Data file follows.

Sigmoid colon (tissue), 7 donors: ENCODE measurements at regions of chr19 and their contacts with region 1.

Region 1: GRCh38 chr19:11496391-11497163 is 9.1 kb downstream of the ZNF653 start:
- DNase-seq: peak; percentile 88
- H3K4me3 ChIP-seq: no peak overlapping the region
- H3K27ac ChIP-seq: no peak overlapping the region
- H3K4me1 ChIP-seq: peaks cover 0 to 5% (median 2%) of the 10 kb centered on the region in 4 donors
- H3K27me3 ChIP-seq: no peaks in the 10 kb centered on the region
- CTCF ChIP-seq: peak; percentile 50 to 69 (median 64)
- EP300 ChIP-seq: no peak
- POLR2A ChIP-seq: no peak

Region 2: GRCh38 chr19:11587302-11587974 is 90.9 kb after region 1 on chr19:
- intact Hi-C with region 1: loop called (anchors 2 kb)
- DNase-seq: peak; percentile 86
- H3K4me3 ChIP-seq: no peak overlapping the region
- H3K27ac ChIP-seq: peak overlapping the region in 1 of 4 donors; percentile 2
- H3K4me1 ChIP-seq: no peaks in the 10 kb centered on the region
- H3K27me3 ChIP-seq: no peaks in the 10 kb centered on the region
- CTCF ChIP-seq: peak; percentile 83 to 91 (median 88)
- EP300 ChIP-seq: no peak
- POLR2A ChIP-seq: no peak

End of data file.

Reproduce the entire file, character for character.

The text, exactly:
Sigmoid colon (tissue), 7 donors: ENCODE measurements at regions of chr19 and their contacts with region 1.

Region 1: GRCh38 chr19:11496391-11497163 is 9.1 kb downstream of the ZNF653 start:
- DNase-seq: peak; percentile 88
- H3K4me3 ChIP-seq: no peak overlapping the region
- H3K27ac ChIP-seq: no peak overlapping the region
- H3K4me1 ChIP-seq: peaks cover 0 to 5% (median 2%) of the 10 kb centered on the region in 4 donors
- H3K27me3 ChIP-seq: no peaks in the 10 kb centered on the region
- CTCF ChIP-seq: peak; percentile 50 to 69 (median 64)
- EP300 ChIP-seq: no peak
- POLR2A ChIP-seq: no peak

Region 2: GRCh38 chr19:11587302-11587974 is 90.9 kb after region 1 on chr19:
- intact Hi-C with region 1: loop called (anchors 2 kb)
- DNase-seq: peak; percentile 86
- H3K4me3 ChIP-seq: no peak overlapping the region
- H3K27ac ChIP-seq: peak overlapping the region in 1 of 4 donors; percentile 2
- H3K4me1 ChIP-seq: no peaks in the 10 kb centered on the region
- H3K27me3 ChIP-seq: no peaks in the 10 kb centered on the region
- CTCF ChIP-seq: peak; percentile 83 to 91 (median 88)
- EP300 ChIP-seq: no peak
- POLR2A ChIP-seq: no peak